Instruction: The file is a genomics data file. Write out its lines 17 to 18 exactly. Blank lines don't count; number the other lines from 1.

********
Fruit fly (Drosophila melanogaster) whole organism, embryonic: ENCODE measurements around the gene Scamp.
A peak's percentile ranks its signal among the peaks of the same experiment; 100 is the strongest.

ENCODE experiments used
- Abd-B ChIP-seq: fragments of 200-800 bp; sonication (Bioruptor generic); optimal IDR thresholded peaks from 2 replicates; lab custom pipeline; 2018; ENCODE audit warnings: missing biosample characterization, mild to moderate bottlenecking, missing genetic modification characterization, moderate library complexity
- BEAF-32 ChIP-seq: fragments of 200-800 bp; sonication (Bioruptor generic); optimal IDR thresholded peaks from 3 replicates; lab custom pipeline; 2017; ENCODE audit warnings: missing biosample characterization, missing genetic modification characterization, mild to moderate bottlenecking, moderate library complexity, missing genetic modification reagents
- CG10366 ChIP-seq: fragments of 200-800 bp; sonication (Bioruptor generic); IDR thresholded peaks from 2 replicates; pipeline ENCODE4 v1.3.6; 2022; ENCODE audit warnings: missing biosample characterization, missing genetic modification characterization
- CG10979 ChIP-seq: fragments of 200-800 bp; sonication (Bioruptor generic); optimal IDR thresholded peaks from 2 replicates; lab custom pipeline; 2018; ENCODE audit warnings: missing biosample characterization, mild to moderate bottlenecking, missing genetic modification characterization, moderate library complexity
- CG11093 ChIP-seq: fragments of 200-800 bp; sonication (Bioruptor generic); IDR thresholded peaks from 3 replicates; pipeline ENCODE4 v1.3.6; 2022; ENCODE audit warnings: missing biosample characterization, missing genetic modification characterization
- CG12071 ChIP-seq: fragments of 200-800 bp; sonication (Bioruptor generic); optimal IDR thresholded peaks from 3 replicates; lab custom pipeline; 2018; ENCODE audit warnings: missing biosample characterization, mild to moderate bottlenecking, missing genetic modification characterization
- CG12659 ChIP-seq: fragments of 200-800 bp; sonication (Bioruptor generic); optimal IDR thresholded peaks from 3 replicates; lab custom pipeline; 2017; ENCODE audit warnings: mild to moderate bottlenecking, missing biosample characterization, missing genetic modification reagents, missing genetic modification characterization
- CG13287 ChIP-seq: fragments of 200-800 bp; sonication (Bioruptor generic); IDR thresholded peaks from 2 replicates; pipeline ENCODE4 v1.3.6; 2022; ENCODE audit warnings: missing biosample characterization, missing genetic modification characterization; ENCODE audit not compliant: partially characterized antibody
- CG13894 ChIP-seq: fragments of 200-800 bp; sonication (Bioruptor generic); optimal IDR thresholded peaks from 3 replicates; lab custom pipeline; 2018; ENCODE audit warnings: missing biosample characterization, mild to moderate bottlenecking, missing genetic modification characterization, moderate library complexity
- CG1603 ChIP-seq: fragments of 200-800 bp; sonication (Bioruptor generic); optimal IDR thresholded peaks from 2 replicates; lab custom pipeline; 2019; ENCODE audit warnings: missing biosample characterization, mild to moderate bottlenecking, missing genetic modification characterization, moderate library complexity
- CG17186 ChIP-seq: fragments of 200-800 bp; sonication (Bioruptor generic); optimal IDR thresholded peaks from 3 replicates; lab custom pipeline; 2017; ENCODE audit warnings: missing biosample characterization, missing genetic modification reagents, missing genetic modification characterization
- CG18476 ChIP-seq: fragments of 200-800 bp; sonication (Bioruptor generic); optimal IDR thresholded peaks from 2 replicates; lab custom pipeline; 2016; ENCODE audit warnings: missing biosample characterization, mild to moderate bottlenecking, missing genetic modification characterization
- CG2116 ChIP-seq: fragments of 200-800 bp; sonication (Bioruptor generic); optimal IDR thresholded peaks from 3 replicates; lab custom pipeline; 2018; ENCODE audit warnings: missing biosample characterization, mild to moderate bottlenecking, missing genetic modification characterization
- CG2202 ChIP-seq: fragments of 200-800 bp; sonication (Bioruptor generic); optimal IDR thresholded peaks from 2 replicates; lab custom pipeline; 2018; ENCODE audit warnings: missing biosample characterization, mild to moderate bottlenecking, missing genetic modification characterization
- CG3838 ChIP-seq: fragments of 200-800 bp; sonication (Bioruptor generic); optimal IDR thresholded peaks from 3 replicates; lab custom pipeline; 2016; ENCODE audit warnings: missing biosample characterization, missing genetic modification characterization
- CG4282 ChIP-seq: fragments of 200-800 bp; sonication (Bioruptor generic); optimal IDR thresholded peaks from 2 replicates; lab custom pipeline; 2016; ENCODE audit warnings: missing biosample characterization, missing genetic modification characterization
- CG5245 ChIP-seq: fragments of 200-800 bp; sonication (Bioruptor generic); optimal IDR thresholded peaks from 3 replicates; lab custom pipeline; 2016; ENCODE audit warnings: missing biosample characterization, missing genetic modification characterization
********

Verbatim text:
- CG2202 ChIP-seq: fragments of 200-800 bp; sonication (Bioruptor generic); optimal IDR thresholded peaks from 2 replicates; lab custom pipeline; 2018; ENCODE audit warnings: missing biosample characterization, mild to moderate bottlenecking, missing genetic modification characterization
- CG3838 ChIP-seq: fragments of 200-800 bp; sonication (Bioruptor generic); optimal IDR thresholded peaks from 3 replicates; lab custom pipeline; 2016; ENCODE audit warnings: missing biosample characterization, missing genetic modification characterization